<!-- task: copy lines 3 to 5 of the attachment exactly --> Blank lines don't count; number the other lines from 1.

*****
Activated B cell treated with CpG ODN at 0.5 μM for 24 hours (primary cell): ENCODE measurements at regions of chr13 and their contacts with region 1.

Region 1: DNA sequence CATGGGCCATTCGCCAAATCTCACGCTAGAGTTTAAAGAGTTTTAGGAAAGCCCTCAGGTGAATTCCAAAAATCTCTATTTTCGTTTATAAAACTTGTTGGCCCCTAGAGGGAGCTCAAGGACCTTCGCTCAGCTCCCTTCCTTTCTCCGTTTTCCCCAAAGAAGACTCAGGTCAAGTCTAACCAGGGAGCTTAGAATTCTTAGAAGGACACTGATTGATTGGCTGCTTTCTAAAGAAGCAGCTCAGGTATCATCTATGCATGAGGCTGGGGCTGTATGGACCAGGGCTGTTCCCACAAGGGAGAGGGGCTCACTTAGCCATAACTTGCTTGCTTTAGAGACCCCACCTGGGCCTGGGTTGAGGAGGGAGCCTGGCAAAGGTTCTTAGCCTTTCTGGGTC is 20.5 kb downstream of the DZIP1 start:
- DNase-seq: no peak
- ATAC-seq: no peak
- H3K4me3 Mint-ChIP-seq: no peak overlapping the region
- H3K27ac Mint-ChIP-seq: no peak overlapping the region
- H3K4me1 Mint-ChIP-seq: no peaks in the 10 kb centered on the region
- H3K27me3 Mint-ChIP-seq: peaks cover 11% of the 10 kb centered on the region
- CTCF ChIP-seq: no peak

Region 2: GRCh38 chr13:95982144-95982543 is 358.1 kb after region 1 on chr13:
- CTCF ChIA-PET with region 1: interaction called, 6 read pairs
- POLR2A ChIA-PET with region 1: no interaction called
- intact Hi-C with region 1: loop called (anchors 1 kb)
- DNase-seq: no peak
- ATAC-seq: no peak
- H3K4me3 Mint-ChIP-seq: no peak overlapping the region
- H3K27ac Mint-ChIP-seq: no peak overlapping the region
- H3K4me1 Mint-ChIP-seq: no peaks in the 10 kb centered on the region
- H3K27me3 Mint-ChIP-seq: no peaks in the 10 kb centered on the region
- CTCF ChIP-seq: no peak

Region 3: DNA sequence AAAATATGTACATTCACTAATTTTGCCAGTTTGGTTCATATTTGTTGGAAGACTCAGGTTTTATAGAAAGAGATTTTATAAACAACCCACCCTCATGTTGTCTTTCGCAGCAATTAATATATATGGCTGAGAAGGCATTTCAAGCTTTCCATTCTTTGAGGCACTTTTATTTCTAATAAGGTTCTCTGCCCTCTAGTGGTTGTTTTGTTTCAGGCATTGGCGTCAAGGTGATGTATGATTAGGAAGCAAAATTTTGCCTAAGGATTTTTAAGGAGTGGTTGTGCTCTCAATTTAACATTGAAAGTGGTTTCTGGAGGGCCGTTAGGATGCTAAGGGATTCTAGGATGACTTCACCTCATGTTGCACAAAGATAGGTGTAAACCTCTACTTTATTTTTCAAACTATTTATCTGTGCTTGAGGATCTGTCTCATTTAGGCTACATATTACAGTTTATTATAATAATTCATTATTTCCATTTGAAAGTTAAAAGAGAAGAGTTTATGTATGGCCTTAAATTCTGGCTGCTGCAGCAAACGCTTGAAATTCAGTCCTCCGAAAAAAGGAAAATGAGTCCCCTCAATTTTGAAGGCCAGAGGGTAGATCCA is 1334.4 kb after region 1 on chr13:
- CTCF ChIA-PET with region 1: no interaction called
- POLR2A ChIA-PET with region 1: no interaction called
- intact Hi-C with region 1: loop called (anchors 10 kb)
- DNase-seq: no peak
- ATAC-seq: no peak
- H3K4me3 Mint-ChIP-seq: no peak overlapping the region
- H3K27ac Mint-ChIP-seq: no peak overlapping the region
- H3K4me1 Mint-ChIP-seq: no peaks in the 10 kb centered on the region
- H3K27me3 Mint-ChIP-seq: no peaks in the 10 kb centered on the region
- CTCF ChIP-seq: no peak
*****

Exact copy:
- DNase-seq: no peak
- ATAC-seq: no peak
- H3K4me3 Mint-ChIP-seq: no peak overlapping the region